Tuesday, June 10, 2014

Stay sane

A friend of mine has a daughter getting married this fall, and everyone is feeling a little overwhelmed.  I offered her, and her daughter, some of my advice the other day, then it occurred to me that should share it here, too. I've already posted about getting started, but I haven't really discussed keeping the overwhelming  details form drowning you.  Silly me.

The trick to getting through the planning of any event with your sanity is baby steps.

  • DON'T FREAK OUT!  This is the first rule of wedding planning. Panic and tears solve no problems, so set them aside in favor of a can-do attitude.  Take a deep breath, have a drink, meditate, light a candle- whatever you need to do to be calm.  
  • Remember that goal of a wedding is to be the beginning of a wonderful marriage together. It's easy to get tunnel vision and forget this.  When in doubt, do what's best for you and your significant other.
  • Don't neglect important parts of your regular life for wedding planning. Eventually, the wedding is over, and you will need to return to regular life.  Your relationships, family, home and job are still important. Don't forget that.
  • Give up on picture perfect and aim for what makes you happy.
  • Find your vision. This can be a sketch, a photograph, a paragraph, a piece of music, or a list of key words.  These can help the people around you figure out what you need or want when words fail you or if the stress makes it too hard to focus.  Keep these in your planner.
  • Find a way to keep all your ideas and contracts and phone numbers organized. There are many, many printed wedding planners available, but a large envelope, a notebook or journal or even your smart phone might be the best choice for you.  Wedding planning generates lots of information that you may need to refer back to.
  • Ask your professionals for help, advice, or inspiration. Their experience and knowledge can save you tons of time and effort.  Bridal salons tend to know the area's seamstresses, lingerie providers, and shoe stores.. Caterers know venues and DJ services really well. Photographers and videographers often know lots of professionals, plus they can also show you what other people have done that worked out great, or conversely, totally destroyed an event.  DJ's and bands can also help you design the flow of your event, and can be great allies for getting things to run in a timely fashion.  If you are looking for a supplier for anything, these people often have the connections to make it happen in a few phone calls.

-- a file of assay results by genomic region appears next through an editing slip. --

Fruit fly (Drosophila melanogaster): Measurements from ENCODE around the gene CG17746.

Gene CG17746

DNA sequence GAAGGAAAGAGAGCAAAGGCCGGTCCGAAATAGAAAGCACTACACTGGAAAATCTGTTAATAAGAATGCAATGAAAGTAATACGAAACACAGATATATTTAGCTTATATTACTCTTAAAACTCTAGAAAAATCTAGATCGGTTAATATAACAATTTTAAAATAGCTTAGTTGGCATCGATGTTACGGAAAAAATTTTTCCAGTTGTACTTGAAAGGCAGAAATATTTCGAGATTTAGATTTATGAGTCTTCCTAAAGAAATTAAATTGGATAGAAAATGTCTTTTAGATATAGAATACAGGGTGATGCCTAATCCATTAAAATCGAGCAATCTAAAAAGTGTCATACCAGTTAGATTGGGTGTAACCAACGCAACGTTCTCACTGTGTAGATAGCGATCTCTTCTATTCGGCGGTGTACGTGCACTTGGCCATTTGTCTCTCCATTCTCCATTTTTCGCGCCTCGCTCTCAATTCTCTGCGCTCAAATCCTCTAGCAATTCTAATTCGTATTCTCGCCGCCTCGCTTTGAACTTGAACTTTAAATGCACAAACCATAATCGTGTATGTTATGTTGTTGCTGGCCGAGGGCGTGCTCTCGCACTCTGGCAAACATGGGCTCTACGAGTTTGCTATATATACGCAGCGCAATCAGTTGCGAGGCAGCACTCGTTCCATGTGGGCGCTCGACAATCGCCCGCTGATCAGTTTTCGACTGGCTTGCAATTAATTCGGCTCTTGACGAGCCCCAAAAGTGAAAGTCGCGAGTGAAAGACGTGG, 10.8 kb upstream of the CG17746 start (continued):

• When things get to be too much, take a break. Trust me, a few hours off will not make or break your wedding.
  • Prioritize what you most want.  For details that don't matter much to you, go a ahead and take the advice of the professionals around you or allow friends and family to help make the decision.  As I wasn't super picky about my wedding flowers, I gave up control of these decisions. I got fabulous floral decorations at my wedding when I gave the florist a list of flowers I loved (and a notes on those that I hated), and let her make something beautiful, new, and perfectly suited to my venue. Better yet, I had fewer meetings and details to worry about.
  • Create a timeline-  the end date will obviously be your wedding day (to start with), but you should also mark other important dates such as:
    • One month away from the event should have final fittings scheduled and suit measurements submitted.
    • Wedding gowns typically need  12 weeks to be delivered, plus that month for alterations. Bridesmaid's dresses typically need 6-8 weeks.  If you need things quicker, be sure to state that up front.
    • Wedding invites should be sent out 6-8 weeks before your date, and save the date cards should go out up to 18 months in advance if you have lots of out of town guests or a destination wedding.
    • Your caterer will give you a date by which the final guest count needs to be in. Take my advice and lie to yourself  by moving it up a few days on the calender.  Any major due date could benefit from this treatment.
    • Any due dates for payments should be highlighted.  Some contracts are void if not paid on time. Don't tempt fate.
    • To preserve your relationships, don't forget to keep reminders of friends' and family members' birthdays, anniversaries and holidays. It gets very easy to forget these when you feel stressed, and a fight is the last thing you need right now.
    • Keep a couple of swatches handy (but in different locations). You might unexpectedly find a great deal on decorations, jewelry, dresses or anything else, and it is handy to be able to match your swatches before you buy to prevent reverse shopping trips.
    • Accept help from the people who offer, even if it's for something small like tying bows on favors.
      • Divide up the labor. You don't have to do everything yourself.  Friends and family, and most importantly, your significant other, can be a huge help in getting every detail taken care of. Many people around you are waiting for you to ask.
      • Don't be afraid to politely pass on the help from those people who are likely to sabotage your plans or become flaky.  These people will stress you out more than they will help.
    • When things get to be too much, take a break. Trust me, a few hours off will not make or break your wedding. Schedule in some relaxation.
    • Ask for contracts in advance so you can read them at your leisure before you sign. This also gives you a chance to write down your questions and contemplate your purchase before you commit to anything.
    • Make back up plans for getting out of town guests to hotels, picking up tuxedos, and other minute details that require an errand runner more than anything.

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